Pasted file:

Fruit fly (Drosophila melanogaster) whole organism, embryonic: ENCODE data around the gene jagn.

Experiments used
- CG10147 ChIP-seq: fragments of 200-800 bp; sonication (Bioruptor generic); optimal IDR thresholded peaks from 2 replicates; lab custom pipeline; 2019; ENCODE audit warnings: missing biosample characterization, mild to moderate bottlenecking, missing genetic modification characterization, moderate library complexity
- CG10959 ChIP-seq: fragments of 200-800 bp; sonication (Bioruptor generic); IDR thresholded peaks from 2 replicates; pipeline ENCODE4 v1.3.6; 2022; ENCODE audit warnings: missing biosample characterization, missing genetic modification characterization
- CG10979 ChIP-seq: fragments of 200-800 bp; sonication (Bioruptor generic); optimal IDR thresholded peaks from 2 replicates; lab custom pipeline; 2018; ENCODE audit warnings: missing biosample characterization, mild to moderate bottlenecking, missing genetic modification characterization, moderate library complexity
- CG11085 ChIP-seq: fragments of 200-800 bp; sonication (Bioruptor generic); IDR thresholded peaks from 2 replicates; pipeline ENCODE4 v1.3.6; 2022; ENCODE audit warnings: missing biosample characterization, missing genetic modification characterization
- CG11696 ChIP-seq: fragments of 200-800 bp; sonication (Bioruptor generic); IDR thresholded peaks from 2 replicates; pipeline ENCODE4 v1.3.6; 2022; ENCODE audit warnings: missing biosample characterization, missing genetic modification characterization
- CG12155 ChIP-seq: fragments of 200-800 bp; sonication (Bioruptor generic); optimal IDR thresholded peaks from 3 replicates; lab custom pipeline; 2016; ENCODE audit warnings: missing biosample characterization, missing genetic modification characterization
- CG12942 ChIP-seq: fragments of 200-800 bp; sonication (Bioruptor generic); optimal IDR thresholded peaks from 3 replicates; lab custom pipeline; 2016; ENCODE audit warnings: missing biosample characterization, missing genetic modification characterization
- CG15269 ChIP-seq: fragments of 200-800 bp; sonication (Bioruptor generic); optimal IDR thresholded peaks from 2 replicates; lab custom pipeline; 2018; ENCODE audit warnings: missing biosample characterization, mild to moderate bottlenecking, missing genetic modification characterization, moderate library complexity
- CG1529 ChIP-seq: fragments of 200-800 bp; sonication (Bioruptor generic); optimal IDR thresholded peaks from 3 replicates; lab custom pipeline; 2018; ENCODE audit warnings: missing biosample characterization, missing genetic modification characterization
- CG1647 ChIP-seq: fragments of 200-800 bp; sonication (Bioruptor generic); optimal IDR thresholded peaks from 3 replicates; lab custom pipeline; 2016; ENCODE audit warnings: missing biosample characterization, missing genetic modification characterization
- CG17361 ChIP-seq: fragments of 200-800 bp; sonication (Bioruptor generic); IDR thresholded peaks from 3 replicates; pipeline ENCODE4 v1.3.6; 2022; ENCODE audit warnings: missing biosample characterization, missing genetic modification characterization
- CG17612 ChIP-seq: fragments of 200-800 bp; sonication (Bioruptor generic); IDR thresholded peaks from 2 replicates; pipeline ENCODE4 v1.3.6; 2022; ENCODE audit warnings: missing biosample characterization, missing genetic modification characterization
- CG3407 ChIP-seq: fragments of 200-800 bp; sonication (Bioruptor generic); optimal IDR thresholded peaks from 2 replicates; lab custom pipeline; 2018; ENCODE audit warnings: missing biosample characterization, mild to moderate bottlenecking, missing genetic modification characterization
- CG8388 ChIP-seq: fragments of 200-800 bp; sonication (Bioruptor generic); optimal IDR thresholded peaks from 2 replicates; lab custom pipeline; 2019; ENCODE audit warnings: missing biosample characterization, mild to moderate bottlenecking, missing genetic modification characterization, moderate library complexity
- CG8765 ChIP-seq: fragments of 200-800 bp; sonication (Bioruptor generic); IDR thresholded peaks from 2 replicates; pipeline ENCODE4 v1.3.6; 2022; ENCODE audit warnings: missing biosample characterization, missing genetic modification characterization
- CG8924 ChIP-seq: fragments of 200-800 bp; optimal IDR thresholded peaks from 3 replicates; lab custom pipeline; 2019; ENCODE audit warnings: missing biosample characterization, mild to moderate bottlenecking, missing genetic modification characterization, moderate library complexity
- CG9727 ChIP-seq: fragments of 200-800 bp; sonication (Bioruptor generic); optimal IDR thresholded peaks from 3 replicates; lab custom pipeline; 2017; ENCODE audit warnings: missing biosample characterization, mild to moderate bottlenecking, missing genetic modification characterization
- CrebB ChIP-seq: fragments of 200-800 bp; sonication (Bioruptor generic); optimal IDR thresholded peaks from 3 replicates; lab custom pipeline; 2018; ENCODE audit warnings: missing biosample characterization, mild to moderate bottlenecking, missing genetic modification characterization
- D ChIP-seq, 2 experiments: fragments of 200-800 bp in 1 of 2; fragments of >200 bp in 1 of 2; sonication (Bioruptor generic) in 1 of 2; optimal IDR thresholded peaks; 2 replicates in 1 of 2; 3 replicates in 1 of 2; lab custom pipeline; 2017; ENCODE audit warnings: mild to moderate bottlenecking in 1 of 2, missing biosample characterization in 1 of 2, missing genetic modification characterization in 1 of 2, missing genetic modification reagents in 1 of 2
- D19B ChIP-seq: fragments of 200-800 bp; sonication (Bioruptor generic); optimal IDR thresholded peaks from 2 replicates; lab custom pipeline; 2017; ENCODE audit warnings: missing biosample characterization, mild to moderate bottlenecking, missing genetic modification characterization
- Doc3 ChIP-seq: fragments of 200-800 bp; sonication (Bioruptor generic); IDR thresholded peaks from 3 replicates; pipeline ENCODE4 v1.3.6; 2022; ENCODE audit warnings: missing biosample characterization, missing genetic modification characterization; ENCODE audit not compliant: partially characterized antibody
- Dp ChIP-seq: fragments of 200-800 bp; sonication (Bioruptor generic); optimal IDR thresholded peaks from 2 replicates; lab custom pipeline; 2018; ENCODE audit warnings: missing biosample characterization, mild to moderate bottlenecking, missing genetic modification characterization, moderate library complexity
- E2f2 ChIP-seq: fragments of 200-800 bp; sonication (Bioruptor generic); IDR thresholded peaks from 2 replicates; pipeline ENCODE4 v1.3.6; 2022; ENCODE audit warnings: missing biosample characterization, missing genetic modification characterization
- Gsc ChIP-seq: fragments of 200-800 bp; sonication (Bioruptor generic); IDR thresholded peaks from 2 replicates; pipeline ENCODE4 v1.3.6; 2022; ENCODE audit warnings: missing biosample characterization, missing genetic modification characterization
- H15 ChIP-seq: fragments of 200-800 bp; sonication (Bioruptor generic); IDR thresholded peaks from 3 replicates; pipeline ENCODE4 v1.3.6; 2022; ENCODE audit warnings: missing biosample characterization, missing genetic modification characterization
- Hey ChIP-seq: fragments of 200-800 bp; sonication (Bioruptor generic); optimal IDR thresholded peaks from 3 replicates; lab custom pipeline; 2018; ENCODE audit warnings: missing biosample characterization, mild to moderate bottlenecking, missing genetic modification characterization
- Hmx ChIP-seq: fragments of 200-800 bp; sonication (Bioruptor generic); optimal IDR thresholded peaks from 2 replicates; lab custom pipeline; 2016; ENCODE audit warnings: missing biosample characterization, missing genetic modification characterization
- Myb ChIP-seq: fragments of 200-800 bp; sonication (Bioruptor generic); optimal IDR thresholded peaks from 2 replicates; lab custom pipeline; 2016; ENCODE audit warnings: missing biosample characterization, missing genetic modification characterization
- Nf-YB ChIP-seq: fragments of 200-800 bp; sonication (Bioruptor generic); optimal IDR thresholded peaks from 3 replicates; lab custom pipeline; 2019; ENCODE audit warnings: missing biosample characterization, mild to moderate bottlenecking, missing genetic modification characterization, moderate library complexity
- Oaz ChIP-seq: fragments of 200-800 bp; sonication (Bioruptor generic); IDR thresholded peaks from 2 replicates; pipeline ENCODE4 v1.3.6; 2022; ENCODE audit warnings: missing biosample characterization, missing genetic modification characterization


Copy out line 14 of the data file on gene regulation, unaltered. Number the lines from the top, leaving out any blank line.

- CG17612 ChIP-seq: fragments of 200-800 bp; sonication (Bioruptor generic); IDR thresholded peaks from 2 replicates; pipeline ENCODE4 v1.3.6; 2022; ENCODE audit warnings: missing biosample characterization, missing genetic modification characterization